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All oar nothing: How four men conquered the Atlantic

FAR OUT in the Atlantic, the giant liner made its way carefully through the fog. Captain Nick Bates and his crew of Queen Mary 2, the largest Cunard liner ever built at 148,528 tons, were looking for a tiny vessel, slightly less than 24ft long, a mere dot on the map of the ocean.

• The Artemis sets off from New York. Pic: Amory Ross

The crews of both the 1,132ft long liner and the rowing boat Artemis Investments were in touch by radio, but it was still an amazing feat of navigation when Captain Bates brought his giant of the sea out of the fog to pass slowly and gracefully alongside the pocket-sized boat.

High on its decks, the passengers of Queen Mary 2 gathered to gaze at the small but extraordinary apparition which appeared out of the mist. They saw four men in a blue and white rowing boat trying to cross the Atlantic from the United States of America by the power of oars alone - what else could the liner's passengers and crew do but cheer them to the echo, while Cunard's flagship sounded hailing blasts from its twin horns?

For Leven Brown from Edinburgh and Don Lennox of Bellshill, North Lanarkshire, it was the high point of a voyage which has yet again made them record breakers. With colleagues Ray Carroll from Ireland and Lyvar Nystad of the Faroe Islands, they have smashed the record for the fastest-ever row from the USA to Great Britain.

It's a Boy's Own story of epic proportions, in which they braved near hurricane winds, mountainous seas, capsizes, swampings, men overboard and even a 45ft tree in their path in mid-ocean. Brown called the record attempt "the Everest of ocean rowing", but last night was too tired to truly celebrate the peak of his remarkable achievements to date. All he and his colleagues wanted was a bath in fresh water and a beer or two.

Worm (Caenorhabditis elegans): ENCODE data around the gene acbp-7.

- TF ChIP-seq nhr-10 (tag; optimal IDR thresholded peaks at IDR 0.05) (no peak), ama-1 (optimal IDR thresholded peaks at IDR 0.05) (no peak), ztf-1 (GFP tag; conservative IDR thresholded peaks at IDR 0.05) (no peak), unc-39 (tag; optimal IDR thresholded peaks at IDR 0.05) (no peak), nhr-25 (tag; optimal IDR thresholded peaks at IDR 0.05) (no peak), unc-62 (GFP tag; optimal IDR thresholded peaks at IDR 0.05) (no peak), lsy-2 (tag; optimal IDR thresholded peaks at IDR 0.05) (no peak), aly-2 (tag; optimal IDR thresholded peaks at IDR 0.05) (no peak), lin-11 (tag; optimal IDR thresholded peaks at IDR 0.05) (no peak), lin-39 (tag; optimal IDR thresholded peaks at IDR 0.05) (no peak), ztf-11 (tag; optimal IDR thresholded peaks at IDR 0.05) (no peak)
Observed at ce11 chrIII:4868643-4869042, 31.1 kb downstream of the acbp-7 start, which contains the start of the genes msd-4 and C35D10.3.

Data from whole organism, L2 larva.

Brown now personally holds six world records for ocean rowing, including the Atlantic double of fastest east-west crossing and fastest US-Europe crossing. Another record came during the voyage when he and the Artemis Investments crew covered 118 miles in 24 hours for the longest distance achieved in a single day of Transatlantic rowing, beating a mark they themselves set in a previous boat.

Their arrival in St Mary's in the Scilly Isles yesterday was achieved in slightly less than 44 days, 11 days less than the record set by two Norwegian-born American citizens, George Harbo and Frank Samuelson back in 1896. Those original ocean rowers were twice helped in mid-ocean by Norwegian vessels and cadged a lift, whereas Artemis Investments has been completely unsupported.

By any standards, the crew have reached new heights in the extreme sport of ocean rowing. The previous record of 55 days had withstood more than 60 attempts to break it and was reckoned to be the hardest to beat of any ocean row, and is possibly the most hazardous undertaking in any sport - five men have lost their lives on this route alone, out of seven ocean rowers lost at sea during recognised ocean crossings worldwide in the past 44 years.

According to www.oceanrowing.com, which has compiled records since 1966, the previous best unsupported row from the US to the UK took 60 days in 2005, so to row from New York to the Scillies, a distance of 3,246 miles as the crow flies, in 44 days is simply phenomenal.

Their home for that time was purpose-built by Rossiter of Christchurch near Bournemouth. The hull is made of a fibre glass and kevlar glued together with epoxy resin, giving exceptional strength for a light weight of just 300 kgs. On either side of the boat are the riggers, which are an upmarket form of rowlock, and a movable seat and slide system for each rower.

The cramped sleeping quarters in the sheltered stern also house the navigation systems, which are state-of-the-art GPS computers that survived a drenching when the boat capsized. They are connected to two autohelms, similar to an aircraft's autopilot, which both broke during the voyage, though Brown and engineer Carroll managed to cobble together one from the broken pieces.

Two very important items of equipment were the stainless steel rudder which survived massive waves intact and the sea anchor for really rough seas which they did not have to use as much as they thought - crews with lesser experience would have resorted to it more often.